Monsoon Tide (formerly Chakara)

Nick Fletcher, Stephen Croson
Release Year:
Nick Fletcher
Ben Richards, Rebecca Grant, Rex Kempton, Kasia Mount, Kevin Kemp, Biyon, Clark Crewe and the Jive Aces
Screening Date:
  • 6 Jan 2015
  • Categories:
    Drama, Thriller

    In the wake of the 2004 tsunami, a young Anglo/Indian woman returns to Kerala for the first time since the mysterious death of her mother years ago. This is GFS member Nick Fletcher's first feature-length film and we are proud to give it a private viewing to our members.

    Film Notes














    What you thought about Monsoon Tide (formerly Chakara)

    Film Responses

    Excellent Good Average Poor Very Poor
    8 (16%) 27 (54%) 14 (28%) 1 (2%) 0 (0%)
    Total Number of Responses: 50
    Film Score (0-5): 3.84

    Collated Response Comments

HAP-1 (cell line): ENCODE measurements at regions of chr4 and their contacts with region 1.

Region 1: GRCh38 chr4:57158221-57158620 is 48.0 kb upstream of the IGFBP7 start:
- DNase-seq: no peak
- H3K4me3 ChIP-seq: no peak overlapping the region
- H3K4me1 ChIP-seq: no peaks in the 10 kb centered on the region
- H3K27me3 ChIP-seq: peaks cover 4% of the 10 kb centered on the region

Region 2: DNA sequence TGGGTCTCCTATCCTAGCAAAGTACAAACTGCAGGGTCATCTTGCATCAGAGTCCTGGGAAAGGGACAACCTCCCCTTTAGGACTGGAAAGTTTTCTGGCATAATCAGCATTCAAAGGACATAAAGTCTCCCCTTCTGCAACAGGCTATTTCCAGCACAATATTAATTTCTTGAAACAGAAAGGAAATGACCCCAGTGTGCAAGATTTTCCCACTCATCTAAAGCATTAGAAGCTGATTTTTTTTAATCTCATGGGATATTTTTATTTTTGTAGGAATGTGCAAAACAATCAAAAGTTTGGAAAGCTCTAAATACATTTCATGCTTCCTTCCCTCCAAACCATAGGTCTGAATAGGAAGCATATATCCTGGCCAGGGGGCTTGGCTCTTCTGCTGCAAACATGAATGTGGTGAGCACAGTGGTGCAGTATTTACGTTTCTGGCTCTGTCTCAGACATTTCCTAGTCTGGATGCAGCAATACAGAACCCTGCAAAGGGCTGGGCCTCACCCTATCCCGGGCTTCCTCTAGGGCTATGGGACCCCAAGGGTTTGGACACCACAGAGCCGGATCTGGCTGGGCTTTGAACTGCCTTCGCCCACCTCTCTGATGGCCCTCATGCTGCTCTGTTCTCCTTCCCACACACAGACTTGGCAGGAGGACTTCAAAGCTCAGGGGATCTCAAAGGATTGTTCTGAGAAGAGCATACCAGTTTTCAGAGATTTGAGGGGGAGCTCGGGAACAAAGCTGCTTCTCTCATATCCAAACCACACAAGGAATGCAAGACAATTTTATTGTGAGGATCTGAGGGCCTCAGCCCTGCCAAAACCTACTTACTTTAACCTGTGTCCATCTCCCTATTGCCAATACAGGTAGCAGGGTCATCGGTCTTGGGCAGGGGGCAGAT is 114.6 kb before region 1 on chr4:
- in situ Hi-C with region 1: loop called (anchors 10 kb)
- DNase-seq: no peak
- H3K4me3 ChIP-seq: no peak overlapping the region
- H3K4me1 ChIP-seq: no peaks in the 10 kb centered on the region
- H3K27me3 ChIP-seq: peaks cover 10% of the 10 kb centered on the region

There was a warm and thoughtful response from members to Nick Fletcher’s film on its first public screening. You admired “some fine convincing acting” and a “complex and moving story” told “with a strong sense of mystery and the unexpected”. Several comments praised the “carefully constructed dramatic pace of the story and the intertwining of past and present events”. The film “held the attention throughout” both from some “compelling emotional performances” and from the “beauty of the Kerala landscapes” and in many comments there was great appreciation of the “beauty and impact of the cinematography”. There was a good reaction too to the film’s attention to “telling dramatic detail” to “reinforce the feelings”. One response particularly mentioned the “power of the last 30 minutes, where the dramatic tension was accelerated”. The music in the film was widely praised, from the jazz band and the singing of Kate (Rebecca Grant) in the early sequences, which one member remarked “fully established the power of feeling between Kate and Charles”, and the later “more plaintive and subtle effects”. There was an awareness of and response to the “over-arching transforming and redemptive power of the sea and its use as a dramatic motif”. Several responses commented on the “beautiful evocation of the light and heat of Kerala and the breathtaking sea and sunsets”. However, some members felt that “the intricate details of plot and relationships were not always clear”, and there was “some confusion in the flashback scenes” particularly where Kate and Anni resembled each other so strongly. Another comment admired the “beautiful photography” but felt the “central characters were a bit one-dimensional” and that there were “tantalising hints of political and social dimensions” that were not fully explored. There were some critical comments too about a lack of clarity in some of the dialogue, which meant that key moments “were left uncertain”. But there was no doubt, overall, that the audience had enjoyed this “ambitious, intelligent and powerful film and its beautiful photography”. There was gratitude, in many responses, to Nick, Elsa and Steve for their contribution to the concluding discussion and to the fascinating, if pressurised, world of film-making they presented to us.

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